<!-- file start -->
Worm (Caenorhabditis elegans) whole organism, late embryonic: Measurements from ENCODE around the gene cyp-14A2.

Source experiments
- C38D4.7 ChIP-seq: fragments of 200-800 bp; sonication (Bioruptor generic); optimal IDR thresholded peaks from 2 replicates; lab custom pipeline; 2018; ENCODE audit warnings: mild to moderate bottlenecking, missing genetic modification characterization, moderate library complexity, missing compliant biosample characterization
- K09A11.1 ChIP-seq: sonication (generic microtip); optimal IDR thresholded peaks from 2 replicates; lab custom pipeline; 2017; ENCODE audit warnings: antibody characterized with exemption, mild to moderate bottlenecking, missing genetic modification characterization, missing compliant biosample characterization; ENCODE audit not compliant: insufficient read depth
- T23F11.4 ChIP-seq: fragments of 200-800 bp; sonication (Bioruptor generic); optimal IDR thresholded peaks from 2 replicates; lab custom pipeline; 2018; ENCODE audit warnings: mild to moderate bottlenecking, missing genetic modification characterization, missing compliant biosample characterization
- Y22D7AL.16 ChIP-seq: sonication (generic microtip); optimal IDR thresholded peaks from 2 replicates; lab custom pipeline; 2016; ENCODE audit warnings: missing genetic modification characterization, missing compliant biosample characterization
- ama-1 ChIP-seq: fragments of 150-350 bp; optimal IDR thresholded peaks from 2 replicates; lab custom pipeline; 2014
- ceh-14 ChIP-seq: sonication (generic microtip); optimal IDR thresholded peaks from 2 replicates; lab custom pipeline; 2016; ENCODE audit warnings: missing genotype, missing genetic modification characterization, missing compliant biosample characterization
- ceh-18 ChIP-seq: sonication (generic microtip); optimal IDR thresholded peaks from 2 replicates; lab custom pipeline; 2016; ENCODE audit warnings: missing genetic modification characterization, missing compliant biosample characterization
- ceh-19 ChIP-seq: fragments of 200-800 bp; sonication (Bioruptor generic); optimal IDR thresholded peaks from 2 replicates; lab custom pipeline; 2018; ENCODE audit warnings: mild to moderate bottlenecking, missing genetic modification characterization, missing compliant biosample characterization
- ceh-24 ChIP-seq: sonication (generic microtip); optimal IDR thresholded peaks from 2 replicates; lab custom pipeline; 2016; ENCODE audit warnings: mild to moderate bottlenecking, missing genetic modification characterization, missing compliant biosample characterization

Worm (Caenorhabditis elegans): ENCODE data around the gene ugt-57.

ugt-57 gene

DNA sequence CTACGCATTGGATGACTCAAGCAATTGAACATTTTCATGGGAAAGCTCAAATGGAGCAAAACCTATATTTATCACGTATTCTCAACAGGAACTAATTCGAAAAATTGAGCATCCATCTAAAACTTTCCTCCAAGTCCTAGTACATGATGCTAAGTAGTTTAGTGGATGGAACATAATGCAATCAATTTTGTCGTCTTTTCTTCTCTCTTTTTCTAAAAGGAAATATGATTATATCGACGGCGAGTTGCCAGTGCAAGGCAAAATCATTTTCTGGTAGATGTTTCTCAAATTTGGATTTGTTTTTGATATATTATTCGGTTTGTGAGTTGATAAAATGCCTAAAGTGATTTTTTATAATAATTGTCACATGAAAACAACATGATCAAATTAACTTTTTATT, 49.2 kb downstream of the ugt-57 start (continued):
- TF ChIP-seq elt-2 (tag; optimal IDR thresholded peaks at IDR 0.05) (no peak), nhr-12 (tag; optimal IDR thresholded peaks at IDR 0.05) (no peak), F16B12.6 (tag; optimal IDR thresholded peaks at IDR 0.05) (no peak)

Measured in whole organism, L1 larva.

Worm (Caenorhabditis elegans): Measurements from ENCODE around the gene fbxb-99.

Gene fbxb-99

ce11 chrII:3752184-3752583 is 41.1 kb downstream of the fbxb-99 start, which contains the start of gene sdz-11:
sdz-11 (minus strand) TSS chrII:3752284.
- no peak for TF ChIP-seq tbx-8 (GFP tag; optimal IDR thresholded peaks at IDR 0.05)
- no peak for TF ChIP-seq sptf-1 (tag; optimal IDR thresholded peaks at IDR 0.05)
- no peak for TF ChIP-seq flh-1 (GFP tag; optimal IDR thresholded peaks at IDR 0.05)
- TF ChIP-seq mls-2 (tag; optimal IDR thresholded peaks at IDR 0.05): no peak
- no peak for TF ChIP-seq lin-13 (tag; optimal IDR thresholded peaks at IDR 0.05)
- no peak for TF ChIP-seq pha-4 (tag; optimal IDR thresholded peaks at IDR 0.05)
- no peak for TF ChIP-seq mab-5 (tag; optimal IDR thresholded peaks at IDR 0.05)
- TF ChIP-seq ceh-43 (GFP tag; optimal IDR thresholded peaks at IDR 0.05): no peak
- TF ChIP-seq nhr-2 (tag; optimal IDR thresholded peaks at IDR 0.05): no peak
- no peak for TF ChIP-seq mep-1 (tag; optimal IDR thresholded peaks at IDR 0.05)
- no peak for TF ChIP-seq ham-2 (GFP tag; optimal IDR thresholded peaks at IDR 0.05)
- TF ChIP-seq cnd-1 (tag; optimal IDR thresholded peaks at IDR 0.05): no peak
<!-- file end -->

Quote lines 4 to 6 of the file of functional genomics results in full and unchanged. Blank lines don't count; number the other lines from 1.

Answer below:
- K09A11.1 ChIP-seq: sonication (generic microtip); optimal IDR thresholded peaks from 2 replicates; lab custom pipeline; 2017; ENCODE audit warnings: antibody characterized with exemption, mild to moderate bottlenecking, missing genetic modification characterization, missing compliant biosample characterization; ENCODE audit not compliant: insufficient read depth
- T23F11.4 ChIP-seq: fragments of 200-800 bp; sonication (Bioruptor generic); optimal IDR thresholded peaks from 2 replicates; lab custom pipeline; 2018; ENCODE audit warnings: mild to moderate bottlenecking, missing genetic modification characterization, missing compliant biosample characterization
- Y22D7AL.16 ChIP-seq: sonication (generic microtip); optimal IDR thresholded peaks from 2 replicates; lab custom pipeline; 2016; ENCODE audit warnings: missing genetic modification characterization, missing compliant biosample characterization